‘Savior Complex’ director on the dangers of ‘white saviorism’ | ET REALITY


“He went too far,” Abner Tagoola, head of pediatrics at Jinja Hospital, says in the documentary. “But Renée’s role in linking to the mortality of these children, so directly? I do not think. Because of the vulnerability of these children, there were many deaths that were inevitable.”

At the same time, the documents, blog posts and archival material obtained from inside Serving His Children are often damning; Bach appears to make diagnoses, administer tests and medications, and question the opinions and decisions of the black nurses and doctors on his staff.

What emerges is a messy portrait of a woman who worked to save the lives of many Ugandan children but who was also so confident in her faith that she became blind to earthly realities.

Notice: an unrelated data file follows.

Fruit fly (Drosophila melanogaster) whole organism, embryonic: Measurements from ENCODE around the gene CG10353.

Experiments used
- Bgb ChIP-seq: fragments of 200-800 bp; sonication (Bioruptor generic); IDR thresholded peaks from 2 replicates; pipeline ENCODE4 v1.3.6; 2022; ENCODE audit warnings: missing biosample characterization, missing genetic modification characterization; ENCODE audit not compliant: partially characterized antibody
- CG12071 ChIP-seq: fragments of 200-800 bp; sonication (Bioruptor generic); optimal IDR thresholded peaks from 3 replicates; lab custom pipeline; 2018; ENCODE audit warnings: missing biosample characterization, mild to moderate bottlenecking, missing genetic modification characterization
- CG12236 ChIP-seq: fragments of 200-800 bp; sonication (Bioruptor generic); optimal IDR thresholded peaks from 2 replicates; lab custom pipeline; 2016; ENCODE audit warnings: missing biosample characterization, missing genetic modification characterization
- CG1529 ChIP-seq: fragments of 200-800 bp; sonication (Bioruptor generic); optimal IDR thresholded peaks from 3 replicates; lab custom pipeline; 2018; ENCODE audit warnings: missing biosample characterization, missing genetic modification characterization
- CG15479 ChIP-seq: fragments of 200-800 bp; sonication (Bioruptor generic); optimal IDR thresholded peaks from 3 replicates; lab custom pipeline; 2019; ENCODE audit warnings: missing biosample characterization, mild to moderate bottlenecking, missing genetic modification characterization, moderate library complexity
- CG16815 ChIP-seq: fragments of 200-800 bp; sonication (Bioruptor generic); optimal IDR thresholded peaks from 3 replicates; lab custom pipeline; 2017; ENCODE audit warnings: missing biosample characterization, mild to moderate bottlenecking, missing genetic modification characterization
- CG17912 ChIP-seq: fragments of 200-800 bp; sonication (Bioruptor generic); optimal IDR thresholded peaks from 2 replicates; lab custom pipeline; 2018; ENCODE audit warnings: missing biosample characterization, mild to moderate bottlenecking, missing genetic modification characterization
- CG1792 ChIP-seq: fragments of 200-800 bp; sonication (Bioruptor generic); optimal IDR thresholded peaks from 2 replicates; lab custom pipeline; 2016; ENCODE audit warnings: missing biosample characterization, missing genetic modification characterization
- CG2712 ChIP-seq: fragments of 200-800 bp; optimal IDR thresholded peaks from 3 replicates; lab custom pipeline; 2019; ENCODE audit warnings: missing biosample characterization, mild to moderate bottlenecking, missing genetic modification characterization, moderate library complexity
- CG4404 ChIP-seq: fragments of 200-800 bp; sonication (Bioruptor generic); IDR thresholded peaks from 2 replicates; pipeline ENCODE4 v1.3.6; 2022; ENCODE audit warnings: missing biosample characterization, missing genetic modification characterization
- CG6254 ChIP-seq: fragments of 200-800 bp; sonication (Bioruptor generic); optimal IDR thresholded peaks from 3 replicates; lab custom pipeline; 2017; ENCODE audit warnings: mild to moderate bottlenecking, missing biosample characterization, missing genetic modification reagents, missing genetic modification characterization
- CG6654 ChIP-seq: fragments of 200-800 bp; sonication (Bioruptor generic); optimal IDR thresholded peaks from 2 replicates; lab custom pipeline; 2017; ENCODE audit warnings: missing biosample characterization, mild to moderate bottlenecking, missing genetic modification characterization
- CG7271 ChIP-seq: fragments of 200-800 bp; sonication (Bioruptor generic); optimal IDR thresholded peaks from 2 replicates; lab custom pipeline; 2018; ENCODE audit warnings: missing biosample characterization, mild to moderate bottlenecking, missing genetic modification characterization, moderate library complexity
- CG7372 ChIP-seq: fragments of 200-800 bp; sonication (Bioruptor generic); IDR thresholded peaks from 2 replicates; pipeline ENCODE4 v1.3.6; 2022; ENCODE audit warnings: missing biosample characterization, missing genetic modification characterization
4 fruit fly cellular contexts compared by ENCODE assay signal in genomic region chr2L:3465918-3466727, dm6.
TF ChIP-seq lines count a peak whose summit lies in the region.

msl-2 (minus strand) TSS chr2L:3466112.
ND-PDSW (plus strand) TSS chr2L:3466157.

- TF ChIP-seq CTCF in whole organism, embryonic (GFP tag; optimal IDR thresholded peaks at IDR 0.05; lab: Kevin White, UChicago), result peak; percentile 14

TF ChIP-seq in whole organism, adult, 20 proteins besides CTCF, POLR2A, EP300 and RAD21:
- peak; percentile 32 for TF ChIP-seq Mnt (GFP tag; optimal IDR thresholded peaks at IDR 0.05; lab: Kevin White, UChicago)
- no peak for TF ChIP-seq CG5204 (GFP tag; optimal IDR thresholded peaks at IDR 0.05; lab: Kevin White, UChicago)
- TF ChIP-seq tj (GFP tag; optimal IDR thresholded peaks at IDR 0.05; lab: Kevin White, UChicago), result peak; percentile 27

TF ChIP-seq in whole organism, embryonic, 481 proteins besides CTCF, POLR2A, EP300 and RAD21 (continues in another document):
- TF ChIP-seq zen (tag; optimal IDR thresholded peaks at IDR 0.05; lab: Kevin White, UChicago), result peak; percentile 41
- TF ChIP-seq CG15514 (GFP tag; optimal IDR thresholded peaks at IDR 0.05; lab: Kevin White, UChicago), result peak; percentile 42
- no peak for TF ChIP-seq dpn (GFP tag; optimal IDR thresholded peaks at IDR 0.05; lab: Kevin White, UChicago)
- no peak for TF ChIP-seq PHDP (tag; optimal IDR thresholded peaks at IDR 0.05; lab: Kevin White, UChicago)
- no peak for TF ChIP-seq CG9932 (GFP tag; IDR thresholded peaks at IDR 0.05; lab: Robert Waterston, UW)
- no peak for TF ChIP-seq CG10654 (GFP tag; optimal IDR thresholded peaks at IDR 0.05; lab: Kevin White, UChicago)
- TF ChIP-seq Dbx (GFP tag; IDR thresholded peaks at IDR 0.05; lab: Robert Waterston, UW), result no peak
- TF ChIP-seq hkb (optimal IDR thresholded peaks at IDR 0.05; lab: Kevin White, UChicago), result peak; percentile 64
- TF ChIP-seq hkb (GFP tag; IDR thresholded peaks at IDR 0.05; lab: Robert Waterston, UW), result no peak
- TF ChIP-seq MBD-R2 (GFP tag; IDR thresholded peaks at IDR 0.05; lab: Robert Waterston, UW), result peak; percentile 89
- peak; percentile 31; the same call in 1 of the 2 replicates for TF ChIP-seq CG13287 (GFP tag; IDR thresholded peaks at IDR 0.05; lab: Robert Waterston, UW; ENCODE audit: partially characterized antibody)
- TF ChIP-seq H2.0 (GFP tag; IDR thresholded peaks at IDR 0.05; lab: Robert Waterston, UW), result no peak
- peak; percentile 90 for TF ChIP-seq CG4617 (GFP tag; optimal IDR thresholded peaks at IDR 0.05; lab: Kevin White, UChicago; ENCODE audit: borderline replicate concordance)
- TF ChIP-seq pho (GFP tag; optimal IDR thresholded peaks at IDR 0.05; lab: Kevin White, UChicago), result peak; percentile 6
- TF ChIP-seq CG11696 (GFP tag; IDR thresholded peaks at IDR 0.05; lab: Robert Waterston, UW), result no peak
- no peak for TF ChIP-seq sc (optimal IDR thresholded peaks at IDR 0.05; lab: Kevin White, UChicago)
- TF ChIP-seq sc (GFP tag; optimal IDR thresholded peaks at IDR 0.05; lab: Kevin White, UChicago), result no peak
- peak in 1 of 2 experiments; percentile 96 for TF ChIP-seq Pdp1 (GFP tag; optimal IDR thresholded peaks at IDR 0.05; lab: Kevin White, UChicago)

Bach has not been charged with any crime in Uganda or the United States, but in 2019 she was sued in a Ugandan civil court by Gimbo Zubeda, whose son Twalali died at the clinic, and by Kakai Annet, whose son Elijah also died after receive treatment. Bach and her charity settled the lawsuit in 2020, agreeing to pay about $9,500 to each of the mothers and avoiding admitting liability.

In a video conversation last week, Jesko talked about what drew her to Bach’s story and the dangers of blindly following “the call to help.” These are edited excerpts from the conversation.

What interested you most about Bach’s story?

As a director, I love stories where there is ambiguity. Those are the most interesting stories to tell. People on the Internet love black and white stories, be it this or that. But everything has shades of gray. It’s through the messiness of this story that we can see the really big picture of colonialism and the legacy that remains, the way that missionaries can operate in Uganda and the limits of activism, medical ethics, that kind of thing. . I have spent much of my career reporting in other countries, and as a white American, I have experienced firsthand the deference we are often given in some of these places.

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